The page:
Crostini, bruschetta….What the heck is the difference anyway? Glad you asked. Bruschetta (pronounced broo-sket-ta], which translates to “a little burnt thing” in Italian, is a crusty slab of grilled or toasted country bread, usually rubbed with garlic, brushed with olive oil, and sprinkled with salt, and often generously piled with a robust topping. It was originally toasted over coals, though any grill will do you just fine.
Even though many of us think of the tomato-basil topping as the very definition of bruschetta, the word actually refers to the toasted bread itself, and the toppings can be quite varied.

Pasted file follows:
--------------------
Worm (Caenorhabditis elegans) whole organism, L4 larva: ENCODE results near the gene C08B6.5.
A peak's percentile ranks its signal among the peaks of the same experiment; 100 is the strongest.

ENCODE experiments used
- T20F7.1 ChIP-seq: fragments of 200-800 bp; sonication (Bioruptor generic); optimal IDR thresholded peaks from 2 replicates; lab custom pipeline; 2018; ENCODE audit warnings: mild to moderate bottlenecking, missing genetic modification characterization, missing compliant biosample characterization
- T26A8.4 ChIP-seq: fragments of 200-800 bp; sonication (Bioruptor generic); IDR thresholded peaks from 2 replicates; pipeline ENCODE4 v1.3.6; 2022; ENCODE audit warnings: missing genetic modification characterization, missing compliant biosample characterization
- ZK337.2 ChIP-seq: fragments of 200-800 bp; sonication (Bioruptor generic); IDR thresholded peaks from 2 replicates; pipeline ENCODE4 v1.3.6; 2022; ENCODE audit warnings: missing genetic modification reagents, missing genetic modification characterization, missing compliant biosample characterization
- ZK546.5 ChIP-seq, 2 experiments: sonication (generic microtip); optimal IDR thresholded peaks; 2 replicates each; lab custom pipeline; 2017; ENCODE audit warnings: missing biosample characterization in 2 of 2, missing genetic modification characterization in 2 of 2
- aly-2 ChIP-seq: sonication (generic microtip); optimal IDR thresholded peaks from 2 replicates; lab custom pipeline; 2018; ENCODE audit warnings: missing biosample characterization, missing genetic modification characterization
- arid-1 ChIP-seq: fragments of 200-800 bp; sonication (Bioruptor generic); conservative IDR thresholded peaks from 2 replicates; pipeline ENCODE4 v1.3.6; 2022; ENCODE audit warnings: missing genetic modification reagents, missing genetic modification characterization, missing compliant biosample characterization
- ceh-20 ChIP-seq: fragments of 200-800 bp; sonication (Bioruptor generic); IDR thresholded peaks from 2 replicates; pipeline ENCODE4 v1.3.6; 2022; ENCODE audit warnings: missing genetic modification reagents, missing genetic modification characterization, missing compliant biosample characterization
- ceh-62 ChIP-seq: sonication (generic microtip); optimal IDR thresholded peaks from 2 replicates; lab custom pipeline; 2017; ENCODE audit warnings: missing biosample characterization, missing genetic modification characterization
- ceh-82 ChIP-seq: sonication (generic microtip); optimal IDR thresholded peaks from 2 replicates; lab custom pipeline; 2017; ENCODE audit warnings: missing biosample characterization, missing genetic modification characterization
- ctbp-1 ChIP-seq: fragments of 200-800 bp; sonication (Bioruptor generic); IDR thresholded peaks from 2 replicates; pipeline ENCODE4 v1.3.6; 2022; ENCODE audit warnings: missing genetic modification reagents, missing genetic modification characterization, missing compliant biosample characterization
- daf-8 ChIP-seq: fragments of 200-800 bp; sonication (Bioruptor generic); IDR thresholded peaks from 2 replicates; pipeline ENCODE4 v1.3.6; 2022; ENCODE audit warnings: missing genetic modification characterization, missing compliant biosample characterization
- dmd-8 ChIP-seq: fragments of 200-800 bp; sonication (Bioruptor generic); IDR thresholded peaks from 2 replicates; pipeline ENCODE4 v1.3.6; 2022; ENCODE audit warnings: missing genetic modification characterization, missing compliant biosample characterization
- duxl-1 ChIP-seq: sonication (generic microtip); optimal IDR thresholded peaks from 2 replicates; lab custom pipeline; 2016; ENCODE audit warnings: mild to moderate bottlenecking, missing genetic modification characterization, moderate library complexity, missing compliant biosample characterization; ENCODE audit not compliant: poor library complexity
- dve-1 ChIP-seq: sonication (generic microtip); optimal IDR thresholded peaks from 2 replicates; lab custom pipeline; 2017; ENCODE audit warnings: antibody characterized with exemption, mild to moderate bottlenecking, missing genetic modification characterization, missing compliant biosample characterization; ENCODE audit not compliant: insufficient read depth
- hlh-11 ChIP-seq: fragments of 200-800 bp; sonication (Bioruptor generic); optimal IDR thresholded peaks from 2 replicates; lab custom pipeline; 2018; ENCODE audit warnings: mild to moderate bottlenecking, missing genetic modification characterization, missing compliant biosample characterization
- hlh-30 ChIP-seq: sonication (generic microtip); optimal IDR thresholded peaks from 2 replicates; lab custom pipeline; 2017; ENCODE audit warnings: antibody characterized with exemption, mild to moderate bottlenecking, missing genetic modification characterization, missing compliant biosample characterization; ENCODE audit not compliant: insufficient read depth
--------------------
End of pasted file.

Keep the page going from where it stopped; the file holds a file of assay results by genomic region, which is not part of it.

Crostini means “little toasts” in Italian and they are also slices of bread that have been toasted or grilled until crisp. Unlike bruschetta, though, crostini are not rubbed with garlic as a general rule, though they are drizzled with olive oil and salted. They are usually smaller, thinner, crisper, and the toppings may be less copious. These are often eaten as a hors d’ouevres, and may be served with soups of other dishes as a sort of crouton or garnish.
But, whether you go bigger or smaller, or call them bruschetta or crostini, it’s hard to think of a nicer way to start a meal or a party than with a good crispy/chewy slice of bread topped with any number of good things.
Try these toppings: